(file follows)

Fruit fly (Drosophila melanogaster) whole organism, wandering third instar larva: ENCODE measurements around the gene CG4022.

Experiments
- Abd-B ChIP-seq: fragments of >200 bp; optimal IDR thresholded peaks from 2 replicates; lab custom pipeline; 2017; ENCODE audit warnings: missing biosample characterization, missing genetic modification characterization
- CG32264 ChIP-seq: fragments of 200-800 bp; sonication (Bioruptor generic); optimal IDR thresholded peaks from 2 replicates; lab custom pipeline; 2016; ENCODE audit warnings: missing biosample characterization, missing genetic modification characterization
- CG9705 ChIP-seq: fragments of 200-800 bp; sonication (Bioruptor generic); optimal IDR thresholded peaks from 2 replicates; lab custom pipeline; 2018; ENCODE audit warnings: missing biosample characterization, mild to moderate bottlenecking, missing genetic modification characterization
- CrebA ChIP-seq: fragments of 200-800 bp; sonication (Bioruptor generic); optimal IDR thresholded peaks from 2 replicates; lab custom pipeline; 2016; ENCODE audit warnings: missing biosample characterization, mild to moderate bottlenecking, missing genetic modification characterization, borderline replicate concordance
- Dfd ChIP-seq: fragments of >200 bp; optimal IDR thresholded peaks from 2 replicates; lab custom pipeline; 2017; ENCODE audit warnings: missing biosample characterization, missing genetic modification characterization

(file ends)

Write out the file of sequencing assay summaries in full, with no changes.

Fruit fly (Drosophila melanogaster) whole organism, wandering third instar larva: ENCODE measurements around the gene CG4022.

Experiments
- Abd-B ChIP-seq: fragments of >200 bp; optimal IDR thresholded peaks from 2 replicates; lab custom pipeline; 2017; ENCODE audit warnings: missing biosample characterization, missing genetic modification characterization
- CG32264 ChIP-seq: fragments of 200-800 bp; sonication (Bioruptor generic); optimal IDR thresholded peaks from 2 replicates; lab custom pipeline; 2016; ENCODE audit warnings: missing biosample characterization, missing genetic modification characterization
- CG9705 ChIP-seq: fragments of 200-800 bp; sonication (Bioruptor generic); optimal IDR thresholded peaks from 2 replicates; lab custom pipeline; 2018; ENCODE audit warnings: missing biosample characterization, mild to moderate bottlenecking, missing genetic modification characterization
- CrebA ChIP-seq: fragments of 200-800 bp; sonication (Bioruptor generic); optimal IDR thresholded peaks from 2 replicates; lab custom pipeline; 2016; ENCODE audit warnings: missing biosample characterization, mild to moderate bottlenecking, missing genetic modification characterization, borderline replicate concordance
- Dfd ChIP-seq: fragments of >200 bp; optimal IDR thresholded peaks from 2 replicates; lab custom pipeline; 2017; ENCODE audit warnings: missing biosample characterization, missing genetic modification characterization